The Cleveland schools' construction watchdog panel has found the district failed to claim millions of dollars in federal rebates for technology upgrades, sticking taxpayers with some of those costs.
At issue are rebates for Internet and communications equipment installed in new schools in one of Ohio's largest districts from 2006 to 2011. The district was pre-approved for nearly $12.3 million in rebates through the "E-Rate" program but got only about $3.7 million, The Plain Dealer (http://bit.ly/1y4JCmg ) reported.
The difference is more than $8.5 million, with about $6.6 million never claimed — enough for a new elementary school or football stadium.
Exactly why Cleveland schools missed out on that money remains unclear, especially because the district and the state paid for the work and sometimes got extensions on the rebate deadlines, the newspaper said.
In some cases, the district didn't submit appropriate receipts for reimbursement, CEO Eric Gordon told the school board. The lack of reimbursements "is a problem and it must be addressed," and the district is working on that, he said.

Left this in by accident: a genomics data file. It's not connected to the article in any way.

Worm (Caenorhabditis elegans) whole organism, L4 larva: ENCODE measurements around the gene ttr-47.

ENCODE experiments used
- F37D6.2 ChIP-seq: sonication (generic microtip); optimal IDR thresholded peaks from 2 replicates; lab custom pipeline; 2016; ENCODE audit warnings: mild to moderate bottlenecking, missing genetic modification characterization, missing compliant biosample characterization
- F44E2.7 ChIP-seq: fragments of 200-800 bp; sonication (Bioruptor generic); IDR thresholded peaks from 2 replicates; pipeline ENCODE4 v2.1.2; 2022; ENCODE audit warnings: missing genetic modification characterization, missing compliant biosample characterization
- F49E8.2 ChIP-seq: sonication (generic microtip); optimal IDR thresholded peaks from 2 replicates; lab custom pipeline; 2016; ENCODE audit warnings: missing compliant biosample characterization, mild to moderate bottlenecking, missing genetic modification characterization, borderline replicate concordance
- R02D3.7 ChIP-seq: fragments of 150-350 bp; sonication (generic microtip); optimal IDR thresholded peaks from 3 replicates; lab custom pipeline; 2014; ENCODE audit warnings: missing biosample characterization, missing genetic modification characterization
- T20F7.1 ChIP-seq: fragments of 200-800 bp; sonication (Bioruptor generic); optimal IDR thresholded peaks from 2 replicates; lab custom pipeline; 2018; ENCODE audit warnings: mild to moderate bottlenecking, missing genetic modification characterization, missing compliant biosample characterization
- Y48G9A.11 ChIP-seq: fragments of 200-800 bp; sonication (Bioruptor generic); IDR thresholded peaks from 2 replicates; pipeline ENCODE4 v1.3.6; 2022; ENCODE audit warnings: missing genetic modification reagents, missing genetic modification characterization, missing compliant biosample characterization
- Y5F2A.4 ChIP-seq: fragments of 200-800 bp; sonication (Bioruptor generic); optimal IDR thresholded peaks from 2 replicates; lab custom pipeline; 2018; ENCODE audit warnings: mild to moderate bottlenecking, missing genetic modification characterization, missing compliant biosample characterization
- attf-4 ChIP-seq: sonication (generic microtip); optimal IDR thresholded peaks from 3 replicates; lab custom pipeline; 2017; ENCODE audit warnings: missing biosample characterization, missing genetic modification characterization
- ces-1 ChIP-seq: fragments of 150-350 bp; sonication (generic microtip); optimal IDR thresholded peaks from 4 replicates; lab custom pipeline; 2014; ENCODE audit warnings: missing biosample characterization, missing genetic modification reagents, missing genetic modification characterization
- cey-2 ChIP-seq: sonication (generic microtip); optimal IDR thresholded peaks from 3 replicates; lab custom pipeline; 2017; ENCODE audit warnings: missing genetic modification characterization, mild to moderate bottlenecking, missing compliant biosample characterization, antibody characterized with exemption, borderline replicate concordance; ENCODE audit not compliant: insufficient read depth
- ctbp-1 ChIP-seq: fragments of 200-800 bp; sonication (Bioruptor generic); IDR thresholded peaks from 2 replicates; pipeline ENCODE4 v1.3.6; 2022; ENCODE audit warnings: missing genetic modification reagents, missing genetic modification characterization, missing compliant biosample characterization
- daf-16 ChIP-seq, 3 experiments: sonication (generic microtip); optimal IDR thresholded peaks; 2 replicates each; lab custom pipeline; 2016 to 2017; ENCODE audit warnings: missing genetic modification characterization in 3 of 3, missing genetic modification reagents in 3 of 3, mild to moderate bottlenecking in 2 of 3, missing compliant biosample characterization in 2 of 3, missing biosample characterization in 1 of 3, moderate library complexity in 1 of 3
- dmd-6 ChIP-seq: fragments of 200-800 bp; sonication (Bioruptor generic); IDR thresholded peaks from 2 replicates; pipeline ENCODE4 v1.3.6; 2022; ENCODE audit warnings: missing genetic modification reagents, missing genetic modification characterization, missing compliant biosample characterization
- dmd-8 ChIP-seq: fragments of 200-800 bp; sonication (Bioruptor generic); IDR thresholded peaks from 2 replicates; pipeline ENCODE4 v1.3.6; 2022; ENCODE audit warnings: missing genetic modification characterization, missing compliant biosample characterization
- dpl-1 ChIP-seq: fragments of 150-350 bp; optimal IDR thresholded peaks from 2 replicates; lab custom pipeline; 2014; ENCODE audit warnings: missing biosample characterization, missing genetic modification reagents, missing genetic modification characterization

The question is: How? The watchdog commission urged officials to sort out what happened so they can re-apply for rebates or seek restitution as appropriate.
A statement from the district said it "acknowledges serious flaws in past practice" but that it's up to the panel, the Bond Accountability Commission, to provide evidence for authorities to substantiate any claims of fraud that might arise.
The commission's new report said it has tried to get answers for over a year but hasn't received a clear explanation from the district or all the documentation it requested.
Employee departures, "bureaucratic dysfunction" in the district, non-compliance by contractors and even possible fraud could be factors, the panel concluded.
Two criminal cases from recent years also raise concerns about possible links to the technology upgrades, the newspaper said. Most of the work was completed by a company whose owner has since been sentenced to prison for racketeering and other charges in a county corruption case. And the contracts were awarded when the district employed a chief operating officer who was later convicted of racketeering, theft in office and records tampering.
Information from: The Plain Dealer, http://www.cleveland.com